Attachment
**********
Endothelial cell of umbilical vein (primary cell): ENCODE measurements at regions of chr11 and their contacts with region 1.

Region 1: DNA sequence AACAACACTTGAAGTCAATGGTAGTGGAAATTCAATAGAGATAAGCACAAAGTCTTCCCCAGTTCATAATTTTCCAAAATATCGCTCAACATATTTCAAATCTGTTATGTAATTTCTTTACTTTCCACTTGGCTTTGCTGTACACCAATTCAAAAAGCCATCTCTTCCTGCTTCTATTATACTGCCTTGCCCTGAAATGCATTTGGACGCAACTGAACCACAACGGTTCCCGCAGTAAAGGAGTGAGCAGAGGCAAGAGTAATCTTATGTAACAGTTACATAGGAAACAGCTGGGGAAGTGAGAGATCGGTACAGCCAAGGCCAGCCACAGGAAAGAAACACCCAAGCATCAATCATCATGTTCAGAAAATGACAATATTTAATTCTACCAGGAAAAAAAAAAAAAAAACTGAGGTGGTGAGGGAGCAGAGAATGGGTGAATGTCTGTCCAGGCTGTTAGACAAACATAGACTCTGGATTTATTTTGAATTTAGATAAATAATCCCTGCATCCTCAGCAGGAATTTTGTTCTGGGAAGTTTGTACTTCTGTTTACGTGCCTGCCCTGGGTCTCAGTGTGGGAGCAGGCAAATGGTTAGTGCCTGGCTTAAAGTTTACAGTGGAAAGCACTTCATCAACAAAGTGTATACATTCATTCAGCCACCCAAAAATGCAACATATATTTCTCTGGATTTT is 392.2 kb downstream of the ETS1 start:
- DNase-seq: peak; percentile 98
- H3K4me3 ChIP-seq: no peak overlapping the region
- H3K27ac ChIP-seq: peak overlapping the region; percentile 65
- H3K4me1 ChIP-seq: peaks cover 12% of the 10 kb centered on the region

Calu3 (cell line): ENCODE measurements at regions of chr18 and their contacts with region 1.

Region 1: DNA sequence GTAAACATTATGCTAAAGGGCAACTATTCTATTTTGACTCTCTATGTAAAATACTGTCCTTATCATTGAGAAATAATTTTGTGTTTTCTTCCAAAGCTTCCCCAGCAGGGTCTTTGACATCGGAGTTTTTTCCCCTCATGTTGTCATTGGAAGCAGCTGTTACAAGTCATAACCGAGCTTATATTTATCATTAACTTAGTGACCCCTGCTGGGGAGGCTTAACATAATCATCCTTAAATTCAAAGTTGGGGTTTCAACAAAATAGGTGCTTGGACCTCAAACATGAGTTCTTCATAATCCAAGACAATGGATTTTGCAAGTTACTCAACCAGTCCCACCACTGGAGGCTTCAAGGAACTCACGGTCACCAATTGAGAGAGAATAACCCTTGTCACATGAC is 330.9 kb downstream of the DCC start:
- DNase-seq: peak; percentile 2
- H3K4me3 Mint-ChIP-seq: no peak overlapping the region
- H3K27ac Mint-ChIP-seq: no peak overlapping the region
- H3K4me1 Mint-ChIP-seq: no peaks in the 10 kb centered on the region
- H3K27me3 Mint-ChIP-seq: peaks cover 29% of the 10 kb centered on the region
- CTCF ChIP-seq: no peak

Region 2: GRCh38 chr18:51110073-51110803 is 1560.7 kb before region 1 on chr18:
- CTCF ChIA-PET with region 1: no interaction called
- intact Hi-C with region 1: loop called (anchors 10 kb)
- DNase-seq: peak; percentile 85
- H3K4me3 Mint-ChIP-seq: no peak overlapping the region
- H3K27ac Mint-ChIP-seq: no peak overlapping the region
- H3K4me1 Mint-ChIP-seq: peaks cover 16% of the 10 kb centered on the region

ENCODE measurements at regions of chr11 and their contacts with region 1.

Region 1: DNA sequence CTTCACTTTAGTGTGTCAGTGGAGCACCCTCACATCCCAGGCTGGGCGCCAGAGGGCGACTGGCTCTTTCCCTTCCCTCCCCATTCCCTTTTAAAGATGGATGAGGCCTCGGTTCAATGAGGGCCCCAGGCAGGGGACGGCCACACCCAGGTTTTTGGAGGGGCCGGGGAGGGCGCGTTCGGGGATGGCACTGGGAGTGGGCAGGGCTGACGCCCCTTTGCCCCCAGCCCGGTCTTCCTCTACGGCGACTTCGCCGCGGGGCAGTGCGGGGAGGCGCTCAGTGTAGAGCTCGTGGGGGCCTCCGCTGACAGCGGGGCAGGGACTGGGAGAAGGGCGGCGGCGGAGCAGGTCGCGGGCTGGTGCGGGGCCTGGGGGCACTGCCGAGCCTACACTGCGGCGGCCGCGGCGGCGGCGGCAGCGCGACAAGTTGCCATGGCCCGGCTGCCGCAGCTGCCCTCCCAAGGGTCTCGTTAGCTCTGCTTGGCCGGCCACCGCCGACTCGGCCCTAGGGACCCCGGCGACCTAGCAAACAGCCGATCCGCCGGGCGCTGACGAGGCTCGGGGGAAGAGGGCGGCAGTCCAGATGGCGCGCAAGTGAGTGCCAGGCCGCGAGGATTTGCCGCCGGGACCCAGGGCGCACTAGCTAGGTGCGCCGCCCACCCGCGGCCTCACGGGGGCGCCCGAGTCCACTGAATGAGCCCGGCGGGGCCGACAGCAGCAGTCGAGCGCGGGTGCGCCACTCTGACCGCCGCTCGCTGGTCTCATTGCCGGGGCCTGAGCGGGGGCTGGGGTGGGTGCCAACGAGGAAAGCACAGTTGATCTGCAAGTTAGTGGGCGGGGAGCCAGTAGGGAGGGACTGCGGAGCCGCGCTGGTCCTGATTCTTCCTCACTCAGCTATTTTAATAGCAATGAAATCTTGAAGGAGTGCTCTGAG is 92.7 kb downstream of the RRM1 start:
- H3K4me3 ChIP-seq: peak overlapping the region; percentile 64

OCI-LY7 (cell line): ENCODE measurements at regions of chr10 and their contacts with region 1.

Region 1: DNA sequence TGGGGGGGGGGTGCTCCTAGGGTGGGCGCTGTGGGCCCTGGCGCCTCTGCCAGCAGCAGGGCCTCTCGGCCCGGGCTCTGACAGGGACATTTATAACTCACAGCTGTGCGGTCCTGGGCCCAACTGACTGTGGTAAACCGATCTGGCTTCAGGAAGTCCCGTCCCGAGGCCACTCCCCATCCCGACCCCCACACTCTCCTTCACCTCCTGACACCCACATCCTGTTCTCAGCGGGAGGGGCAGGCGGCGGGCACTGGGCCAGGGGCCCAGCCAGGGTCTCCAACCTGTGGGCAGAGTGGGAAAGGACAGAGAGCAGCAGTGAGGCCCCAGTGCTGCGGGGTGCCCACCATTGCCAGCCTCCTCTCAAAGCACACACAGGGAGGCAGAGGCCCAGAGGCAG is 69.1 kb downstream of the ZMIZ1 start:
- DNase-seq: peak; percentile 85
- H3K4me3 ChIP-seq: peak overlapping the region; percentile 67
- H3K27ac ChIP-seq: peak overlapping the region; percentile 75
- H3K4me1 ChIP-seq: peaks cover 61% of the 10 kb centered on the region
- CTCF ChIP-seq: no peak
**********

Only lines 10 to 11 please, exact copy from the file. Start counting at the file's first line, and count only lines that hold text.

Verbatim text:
- H3K4me3 Mint-ChIP-seq: no peak overlapping the region
- H3K27ac Mint-ChIP-seq: no peak overlapping the region